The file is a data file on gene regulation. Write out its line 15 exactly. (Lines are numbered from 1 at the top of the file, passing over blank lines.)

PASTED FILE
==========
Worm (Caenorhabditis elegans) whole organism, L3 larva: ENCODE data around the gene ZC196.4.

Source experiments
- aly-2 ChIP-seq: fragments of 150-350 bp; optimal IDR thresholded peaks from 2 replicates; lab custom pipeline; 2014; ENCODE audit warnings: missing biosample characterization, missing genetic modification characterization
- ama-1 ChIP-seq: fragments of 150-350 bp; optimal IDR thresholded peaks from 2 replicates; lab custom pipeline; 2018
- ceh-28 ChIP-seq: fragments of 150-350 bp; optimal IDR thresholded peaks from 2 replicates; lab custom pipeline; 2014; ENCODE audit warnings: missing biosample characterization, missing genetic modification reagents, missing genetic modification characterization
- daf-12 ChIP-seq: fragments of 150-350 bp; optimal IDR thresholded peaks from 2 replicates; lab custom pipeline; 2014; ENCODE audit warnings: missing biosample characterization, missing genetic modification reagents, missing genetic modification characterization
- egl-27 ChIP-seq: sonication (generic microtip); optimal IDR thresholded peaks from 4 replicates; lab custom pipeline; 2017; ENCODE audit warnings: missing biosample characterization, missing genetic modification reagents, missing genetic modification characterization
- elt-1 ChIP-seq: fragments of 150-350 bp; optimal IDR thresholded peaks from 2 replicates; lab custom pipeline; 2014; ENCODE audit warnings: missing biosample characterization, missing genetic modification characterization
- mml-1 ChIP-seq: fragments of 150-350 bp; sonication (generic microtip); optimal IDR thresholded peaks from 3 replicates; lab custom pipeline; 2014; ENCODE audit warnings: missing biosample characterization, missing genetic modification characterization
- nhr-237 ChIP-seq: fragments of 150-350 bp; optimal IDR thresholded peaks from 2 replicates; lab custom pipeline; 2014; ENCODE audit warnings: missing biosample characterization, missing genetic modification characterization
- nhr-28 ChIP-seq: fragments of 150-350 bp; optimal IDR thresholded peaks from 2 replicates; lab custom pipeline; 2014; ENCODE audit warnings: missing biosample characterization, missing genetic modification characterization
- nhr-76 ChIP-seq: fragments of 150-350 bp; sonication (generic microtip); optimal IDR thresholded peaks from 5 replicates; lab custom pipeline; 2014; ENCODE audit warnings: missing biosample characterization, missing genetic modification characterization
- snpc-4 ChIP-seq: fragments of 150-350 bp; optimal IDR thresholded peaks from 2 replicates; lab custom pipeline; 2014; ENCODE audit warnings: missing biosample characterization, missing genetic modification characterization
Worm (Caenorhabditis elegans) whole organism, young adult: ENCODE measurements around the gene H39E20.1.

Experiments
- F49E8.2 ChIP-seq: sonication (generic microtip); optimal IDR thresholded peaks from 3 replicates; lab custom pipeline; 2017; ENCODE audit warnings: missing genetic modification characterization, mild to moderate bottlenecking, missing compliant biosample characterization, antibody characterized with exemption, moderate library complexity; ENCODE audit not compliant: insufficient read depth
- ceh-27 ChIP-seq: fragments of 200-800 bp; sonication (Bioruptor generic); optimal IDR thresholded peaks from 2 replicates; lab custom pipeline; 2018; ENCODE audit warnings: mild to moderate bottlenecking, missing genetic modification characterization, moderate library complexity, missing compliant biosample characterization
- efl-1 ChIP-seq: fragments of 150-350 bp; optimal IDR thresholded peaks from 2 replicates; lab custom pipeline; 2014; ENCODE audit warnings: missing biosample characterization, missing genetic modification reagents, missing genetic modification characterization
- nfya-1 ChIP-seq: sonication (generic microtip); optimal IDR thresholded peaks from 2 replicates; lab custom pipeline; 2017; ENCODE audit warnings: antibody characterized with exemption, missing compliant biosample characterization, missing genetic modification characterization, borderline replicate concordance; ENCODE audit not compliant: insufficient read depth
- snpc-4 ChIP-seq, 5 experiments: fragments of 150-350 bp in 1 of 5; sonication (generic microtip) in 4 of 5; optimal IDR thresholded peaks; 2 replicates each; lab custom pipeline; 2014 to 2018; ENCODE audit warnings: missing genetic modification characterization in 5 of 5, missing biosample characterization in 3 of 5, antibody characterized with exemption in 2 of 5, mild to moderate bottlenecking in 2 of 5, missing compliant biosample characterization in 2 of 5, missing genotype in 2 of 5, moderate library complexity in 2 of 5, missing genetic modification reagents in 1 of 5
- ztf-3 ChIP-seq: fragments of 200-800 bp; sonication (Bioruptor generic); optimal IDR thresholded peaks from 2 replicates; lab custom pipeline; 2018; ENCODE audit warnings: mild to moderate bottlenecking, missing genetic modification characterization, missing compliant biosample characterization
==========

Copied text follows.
Experiments